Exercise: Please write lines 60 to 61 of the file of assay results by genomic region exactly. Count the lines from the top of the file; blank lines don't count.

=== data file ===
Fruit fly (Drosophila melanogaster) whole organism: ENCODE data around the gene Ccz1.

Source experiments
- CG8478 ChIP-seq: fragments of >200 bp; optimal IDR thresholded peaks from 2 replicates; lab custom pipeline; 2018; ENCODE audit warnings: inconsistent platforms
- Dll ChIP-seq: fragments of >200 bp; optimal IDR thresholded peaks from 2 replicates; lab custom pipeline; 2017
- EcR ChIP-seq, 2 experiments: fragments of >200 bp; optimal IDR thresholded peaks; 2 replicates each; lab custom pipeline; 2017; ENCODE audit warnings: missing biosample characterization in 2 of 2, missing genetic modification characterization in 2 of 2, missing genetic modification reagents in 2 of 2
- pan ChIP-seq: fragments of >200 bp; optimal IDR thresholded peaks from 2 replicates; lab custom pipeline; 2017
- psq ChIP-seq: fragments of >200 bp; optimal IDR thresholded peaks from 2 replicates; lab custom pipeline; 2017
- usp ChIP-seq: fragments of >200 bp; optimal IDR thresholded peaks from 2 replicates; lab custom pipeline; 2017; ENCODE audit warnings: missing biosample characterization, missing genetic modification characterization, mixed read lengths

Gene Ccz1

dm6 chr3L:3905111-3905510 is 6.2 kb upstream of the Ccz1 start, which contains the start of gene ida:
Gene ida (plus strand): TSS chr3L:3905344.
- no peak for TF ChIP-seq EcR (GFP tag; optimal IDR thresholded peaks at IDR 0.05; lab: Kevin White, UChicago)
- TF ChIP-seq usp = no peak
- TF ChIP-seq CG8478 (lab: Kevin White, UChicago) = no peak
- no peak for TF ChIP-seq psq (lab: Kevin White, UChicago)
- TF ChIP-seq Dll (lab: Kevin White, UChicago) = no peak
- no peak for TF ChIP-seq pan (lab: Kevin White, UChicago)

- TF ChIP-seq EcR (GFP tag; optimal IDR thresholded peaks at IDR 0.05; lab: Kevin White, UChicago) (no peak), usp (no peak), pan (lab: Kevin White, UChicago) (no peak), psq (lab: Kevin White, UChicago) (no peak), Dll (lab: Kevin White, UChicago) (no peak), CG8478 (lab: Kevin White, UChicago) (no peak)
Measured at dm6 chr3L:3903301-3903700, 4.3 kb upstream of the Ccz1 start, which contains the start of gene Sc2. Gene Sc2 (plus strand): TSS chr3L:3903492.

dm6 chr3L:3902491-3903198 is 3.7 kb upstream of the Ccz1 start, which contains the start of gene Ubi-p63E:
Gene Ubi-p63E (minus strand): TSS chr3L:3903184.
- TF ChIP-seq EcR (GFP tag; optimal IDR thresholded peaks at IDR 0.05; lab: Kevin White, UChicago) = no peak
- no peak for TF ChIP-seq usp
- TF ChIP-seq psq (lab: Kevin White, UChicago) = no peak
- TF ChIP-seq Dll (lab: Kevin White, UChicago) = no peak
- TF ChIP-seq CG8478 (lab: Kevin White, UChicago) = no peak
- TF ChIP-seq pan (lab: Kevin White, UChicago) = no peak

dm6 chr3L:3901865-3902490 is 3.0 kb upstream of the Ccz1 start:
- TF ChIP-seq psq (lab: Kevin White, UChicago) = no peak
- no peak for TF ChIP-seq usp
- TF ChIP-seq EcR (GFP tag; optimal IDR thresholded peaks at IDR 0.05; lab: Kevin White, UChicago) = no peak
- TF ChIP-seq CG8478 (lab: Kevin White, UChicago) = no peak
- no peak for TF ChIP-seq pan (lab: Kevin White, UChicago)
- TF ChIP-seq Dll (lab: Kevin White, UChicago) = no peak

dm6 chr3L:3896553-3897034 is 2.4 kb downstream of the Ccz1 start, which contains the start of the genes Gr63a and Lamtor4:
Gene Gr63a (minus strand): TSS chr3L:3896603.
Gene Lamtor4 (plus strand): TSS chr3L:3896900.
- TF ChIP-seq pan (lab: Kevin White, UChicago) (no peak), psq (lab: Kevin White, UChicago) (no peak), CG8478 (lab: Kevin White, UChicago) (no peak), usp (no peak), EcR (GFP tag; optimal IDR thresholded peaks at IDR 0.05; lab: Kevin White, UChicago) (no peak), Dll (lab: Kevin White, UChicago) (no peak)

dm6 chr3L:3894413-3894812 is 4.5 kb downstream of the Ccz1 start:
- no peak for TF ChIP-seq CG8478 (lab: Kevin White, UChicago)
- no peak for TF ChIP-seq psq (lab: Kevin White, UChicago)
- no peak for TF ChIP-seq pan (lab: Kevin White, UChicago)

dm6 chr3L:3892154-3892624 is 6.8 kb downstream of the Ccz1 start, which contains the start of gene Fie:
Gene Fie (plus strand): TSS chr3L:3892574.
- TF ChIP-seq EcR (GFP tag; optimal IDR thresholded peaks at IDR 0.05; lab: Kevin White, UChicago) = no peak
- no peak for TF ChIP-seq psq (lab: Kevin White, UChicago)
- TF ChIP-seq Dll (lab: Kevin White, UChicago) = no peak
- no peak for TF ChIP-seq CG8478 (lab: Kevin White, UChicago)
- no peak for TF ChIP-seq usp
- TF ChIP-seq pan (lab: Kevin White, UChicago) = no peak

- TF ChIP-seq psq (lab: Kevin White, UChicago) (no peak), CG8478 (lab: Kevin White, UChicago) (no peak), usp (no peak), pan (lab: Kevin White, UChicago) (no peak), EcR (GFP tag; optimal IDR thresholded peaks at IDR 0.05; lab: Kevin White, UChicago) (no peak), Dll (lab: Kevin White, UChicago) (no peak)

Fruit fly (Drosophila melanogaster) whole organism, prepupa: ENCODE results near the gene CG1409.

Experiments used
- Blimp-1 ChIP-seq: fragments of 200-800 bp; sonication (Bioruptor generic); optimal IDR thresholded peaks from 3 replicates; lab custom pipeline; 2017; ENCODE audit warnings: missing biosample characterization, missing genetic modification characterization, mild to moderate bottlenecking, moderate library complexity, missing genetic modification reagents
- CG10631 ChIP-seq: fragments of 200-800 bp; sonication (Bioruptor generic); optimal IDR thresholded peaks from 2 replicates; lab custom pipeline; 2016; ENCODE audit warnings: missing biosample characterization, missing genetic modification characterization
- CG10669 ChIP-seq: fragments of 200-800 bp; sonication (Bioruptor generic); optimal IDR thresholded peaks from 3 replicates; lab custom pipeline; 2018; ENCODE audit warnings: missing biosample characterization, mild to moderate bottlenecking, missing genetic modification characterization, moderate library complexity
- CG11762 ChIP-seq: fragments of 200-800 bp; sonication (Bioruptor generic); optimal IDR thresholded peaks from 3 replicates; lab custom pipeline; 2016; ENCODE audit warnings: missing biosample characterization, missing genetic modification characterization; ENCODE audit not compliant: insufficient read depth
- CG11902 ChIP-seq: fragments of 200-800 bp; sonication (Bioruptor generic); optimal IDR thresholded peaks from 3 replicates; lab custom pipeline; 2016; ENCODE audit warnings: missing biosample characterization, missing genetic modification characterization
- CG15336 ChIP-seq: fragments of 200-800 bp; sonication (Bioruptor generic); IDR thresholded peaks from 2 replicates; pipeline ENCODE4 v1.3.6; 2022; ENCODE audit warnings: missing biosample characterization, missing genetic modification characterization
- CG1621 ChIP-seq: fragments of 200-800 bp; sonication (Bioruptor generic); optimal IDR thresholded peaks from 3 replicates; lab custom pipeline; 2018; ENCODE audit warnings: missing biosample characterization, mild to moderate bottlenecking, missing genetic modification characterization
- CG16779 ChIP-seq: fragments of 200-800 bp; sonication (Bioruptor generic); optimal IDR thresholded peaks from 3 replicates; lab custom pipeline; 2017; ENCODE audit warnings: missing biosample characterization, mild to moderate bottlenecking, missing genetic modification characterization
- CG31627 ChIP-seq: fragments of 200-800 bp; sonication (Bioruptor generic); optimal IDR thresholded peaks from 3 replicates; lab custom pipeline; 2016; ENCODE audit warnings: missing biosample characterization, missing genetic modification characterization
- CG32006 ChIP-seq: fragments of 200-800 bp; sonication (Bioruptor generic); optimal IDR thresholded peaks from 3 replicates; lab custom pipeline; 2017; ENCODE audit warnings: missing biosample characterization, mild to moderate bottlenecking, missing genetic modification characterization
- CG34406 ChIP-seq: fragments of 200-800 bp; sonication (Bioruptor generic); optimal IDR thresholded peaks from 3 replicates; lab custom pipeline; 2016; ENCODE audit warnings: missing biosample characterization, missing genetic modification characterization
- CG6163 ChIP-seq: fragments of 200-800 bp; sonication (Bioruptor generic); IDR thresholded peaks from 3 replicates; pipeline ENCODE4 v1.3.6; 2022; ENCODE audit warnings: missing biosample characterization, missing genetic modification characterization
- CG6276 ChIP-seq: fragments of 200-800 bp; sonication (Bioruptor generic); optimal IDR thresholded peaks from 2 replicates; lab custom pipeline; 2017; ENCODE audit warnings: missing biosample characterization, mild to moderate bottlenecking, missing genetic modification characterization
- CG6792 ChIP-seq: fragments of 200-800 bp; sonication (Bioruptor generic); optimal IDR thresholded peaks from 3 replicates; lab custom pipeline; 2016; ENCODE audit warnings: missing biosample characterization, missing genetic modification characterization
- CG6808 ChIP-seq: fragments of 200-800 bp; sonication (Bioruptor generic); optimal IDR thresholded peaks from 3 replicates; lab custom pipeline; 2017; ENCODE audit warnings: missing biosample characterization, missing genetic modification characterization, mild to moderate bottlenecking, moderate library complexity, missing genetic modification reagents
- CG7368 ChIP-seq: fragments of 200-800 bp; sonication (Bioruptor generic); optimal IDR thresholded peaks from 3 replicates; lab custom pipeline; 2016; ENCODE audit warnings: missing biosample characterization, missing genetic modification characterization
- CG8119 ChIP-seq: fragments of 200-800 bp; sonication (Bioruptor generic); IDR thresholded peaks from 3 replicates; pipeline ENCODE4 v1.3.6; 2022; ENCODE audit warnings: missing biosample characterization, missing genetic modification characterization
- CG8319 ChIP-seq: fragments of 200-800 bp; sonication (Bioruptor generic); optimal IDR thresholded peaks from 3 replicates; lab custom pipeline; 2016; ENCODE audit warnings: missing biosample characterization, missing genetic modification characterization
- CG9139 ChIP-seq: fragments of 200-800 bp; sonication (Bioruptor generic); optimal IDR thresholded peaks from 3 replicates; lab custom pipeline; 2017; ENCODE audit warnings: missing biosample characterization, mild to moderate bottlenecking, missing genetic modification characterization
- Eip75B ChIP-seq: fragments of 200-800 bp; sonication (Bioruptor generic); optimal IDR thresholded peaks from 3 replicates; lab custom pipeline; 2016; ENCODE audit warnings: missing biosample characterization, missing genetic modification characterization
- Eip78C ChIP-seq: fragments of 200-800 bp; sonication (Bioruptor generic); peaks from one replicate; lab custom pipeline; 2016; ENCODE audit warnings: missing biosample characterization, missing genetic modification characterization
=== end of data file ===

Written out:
- CG1621 ChIP-seq: fragments of 200-800 bp; sonication (Bioruptor generic); optimal IDR thresholded peaks from 3 replicates; lab custom pipeline; 2018; ENCODE audit warnings: missing biosample characterization, mild to moderate bottlenecking, missing genetic modification characterization
- CG16779 ChIP-seq: fragments of 200-800 bp; sonication (Bioruptor generic); optimal IDR thresholded peaks from 3 replicates; lab custom pipeline; 2017; ENCODE audit warnings: missing biosample characterization, mild to moderate bottlenecking, missing genetic modification characterization